Alexander Hamilton, Continental Army Officer

Captain Hamilton’s battery made the trek to the winter camp at Valley Forge and on the night of December 24th, it was ferried across the Delaware River. Hamilton positioned the battery so it could fire on the German soldiers as they tried to form in ranks. His guns rapid and accurate fire killed many German cannoneers and prevented them from firing on the attacking Continental Army soldiers.

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H.M.S. America(s) as in Plural

Launched in 1777, the third H.M.S. America had 64 guns – twenty-six 24-pounders on her lower gun deck and 18 on its main deck. The ship participated in the Battle of the Chesapeake in September 1781 in which the Royal Navy’s defeat paved the way for Cornwallis’ defeat and ultimately independence.

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America’s Birth Certificate

The Ringmann/Waldseemüller chart was made from 12 sections using wood cut blocks that have amazing detail. Only 1,000 charts were printed today, only one original copy survives housed in the U.S. Library of Congress.

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Political Hot Buttons from the 1790s

When the United States of America was founded, there was no book or instruction manual on how to run a republic. Yes, most of our Founding Fathers schooling had included studying the Greeks and Romans. There was John Locke and 17th and 18th Century philosophers. Back then, our Founding Fathers couldn’t go to the local Barnes & Noble and browse the shelves for books on how to run a republic. Our Founding Fathers were, to use two overworked platitudes “breaking new ground” and “creating it on the fly.”

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The Ultimate Civics Course Project

Madison’s proposed amendment was still in legal purgatory until Gregory Watson, a University of Texas undergraduate, wrote a paper in 1982 on the proposed amendment for a political science course. Watson posited that since the Constitution does not apply a statute of limitations on any amendment, any proposed amendment can be voted on at any time.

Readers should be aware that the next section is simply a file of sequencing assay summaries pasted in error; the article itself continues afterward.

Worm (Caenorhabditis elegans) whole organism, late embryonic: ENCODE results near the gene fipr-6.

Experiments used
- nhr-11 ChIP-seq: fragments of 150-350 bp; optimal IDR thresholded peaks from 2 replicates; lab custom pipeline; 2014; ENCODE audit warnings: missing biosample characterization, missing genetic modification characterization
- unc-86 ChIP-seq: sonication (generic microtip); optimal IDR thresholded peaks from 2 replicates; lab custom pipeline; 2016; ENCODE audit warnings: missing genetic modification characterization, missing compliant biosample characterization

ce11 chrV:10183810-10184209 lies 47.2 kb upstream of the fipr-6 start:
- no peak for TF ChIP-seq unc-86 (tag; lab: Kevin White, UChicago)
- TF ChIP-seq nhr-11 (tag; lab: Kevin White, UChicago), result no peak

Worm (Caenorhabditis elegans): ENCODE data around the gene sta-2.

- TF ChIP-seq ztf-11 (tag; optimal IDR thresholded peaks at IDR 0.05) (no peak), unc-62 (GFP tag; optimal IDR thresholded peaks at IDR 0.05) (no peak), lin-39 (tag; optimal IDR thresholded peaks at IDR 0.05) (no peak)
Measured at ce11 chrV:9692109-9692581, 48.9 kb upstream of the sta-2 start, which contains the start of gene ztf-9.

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Madison’s 17 Proposed Amendments

Three times in 1789 – August 24th, September 5th, and September 25th – the First Congress voted to ratify Madison’s amendments either as originally written or as modified by the legislative body. By the time the First Congress adjourned, all but three of the 17 worked their way into the 10 amendments that made up the Bill of Rights.

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The Mighty Ninth and Tenth

Understand that Madison, who wrote the Bill of Rights, was afraid that a strong central government might run roughshod over the states. Hence the concept that if is if it not a power enumerated in the Constitution, the rights belong to the individual states or the people, i.e. the voters.

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Competing Plans for the New U.S. Constitution

The states refused to provide money to the central government. Under the Articles of Confederation, the Continental Congress, now known as the Confederation Congress, could not regulate either interstate or international commerce. There was no executive or judicial branch of government so the Congress had no means to enforce laws.

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Jefferson’s Foreign Policy Mess

Jefferson believed that if the U.S. imposed restrictions its merchants defining with whom they could trade, the warring European powers would accept them. They didn’t. England, through the Royal Navy was hell bent on cutting off supplies going to Europe.

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The Essex Case and the Rule of 1756

Jefferson responded to the Essex ruling by getting the Congress to pass the Embargo Act of 1807 which forbade U.S. merchants from trading with countries at war. It backfired and U.S. trade declined dramatically causing Jefferson to push through the Non-Importation Act of 1807 that prohibited U.S. merchants from doing business in either France or Britain or any of their colonies. It too was largely ignored.

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